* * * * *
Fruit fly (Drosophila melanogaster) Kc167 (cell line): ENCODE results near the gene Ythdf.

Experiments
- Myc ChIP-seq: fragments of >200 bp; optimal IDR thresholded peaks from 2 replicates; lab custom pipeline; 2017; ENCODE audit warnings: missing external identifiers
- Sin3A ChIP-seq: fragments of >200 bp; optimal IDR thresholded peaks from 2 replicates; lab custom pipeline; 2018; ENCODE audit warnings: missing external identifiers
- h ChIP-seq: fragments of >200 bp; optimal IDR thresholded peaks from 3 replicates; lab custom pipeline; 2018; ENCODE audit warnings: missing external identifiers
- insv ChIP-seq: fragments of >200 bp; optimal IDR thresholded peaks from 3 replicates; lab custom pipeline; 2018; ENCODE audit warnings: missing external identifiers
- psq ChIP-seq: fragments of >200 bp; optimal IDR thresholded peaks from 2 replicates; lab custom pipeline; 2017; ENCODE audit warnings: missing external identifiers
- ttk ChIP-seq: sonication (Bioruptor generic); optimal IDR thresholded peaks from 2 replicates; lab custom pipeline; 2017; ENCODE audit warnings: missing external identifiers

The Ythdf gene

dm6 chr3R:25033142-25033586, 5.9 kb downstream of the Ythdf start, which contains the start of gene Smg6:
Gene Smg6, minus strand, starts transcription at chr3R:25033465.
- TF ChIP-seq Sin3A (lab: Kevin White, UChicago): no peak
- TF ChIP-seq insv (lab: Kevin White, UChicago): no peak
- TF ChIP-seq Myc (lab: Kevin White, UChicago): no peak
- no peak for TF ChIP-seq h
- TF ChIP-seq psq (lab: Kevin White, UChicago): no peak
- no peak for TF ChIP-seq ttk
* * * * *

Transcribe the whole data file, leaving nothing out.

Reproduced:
Fruit fly (Drosophila melanogaster) Kc167 (cell line): ENCODE results near the gene Ythdf.

Experiments
- Myc ChIP-seq: fragments of >200 bp; optimal IDR thresholded peaks from 2 replicates; lab custom pipeline; 2017; ENCODE audit warnings: missing external identifiers
- Sin3A ChIP-seq: fragments of >200 bp; optimal IDR thresholded peaks from 2 replicates; lab custom pipeline; 2018; ENCODE audit warnings: missing external identifiers
- h ChIP-seq: fragments of >200 bp; optimal IDR thresholded peaks from 3 replicates; lab custom pipeline; 2018; ENCODE audit warnings: missing external identifiers
- insv ChIP-seq: fragments of >200 bp; optimal IDR thresholded peaks from 3 replicates; lab custom pipeline; 2018; ENCODE audit warnings: missing external identifiers
- psq ChIP-seq: fragments of >200 bp; optimal IDR thresholded peaks from 2 replicates; lab custom pipeline; 2017; ENCODE audit warnings: missing external identifiers
- ttk ChIP-seq: sonication (Bioruptor generic); optimal IDR thresholded peaks from 2 replicates; lab custom pipeline; 2017; ENCODE audit warnings: missing external identifiers

The Ythdf gene

dm6 chr3R:25033142-25033586, 5.9 kb downstream of the Ythdf start, which contains the start of gene Smg6:
Gene Smg6, minus strand, starts transcription at chr3R:25033465.
- TF ChIP-seq Sin3A (lab: Kevin White, UChicago): no peak
- TF ChIP-seq insv (lab: Kevin White, UChicago): no peak
- TF ChIP-seq Myc (lab: Kevin White, UChicago): no peak
- no peak for TF ChIP-seq h
- TF ChIP-seq psq (lab: Kevin White, UChicago): no peak
- no peak for TF ChIP-seq ttk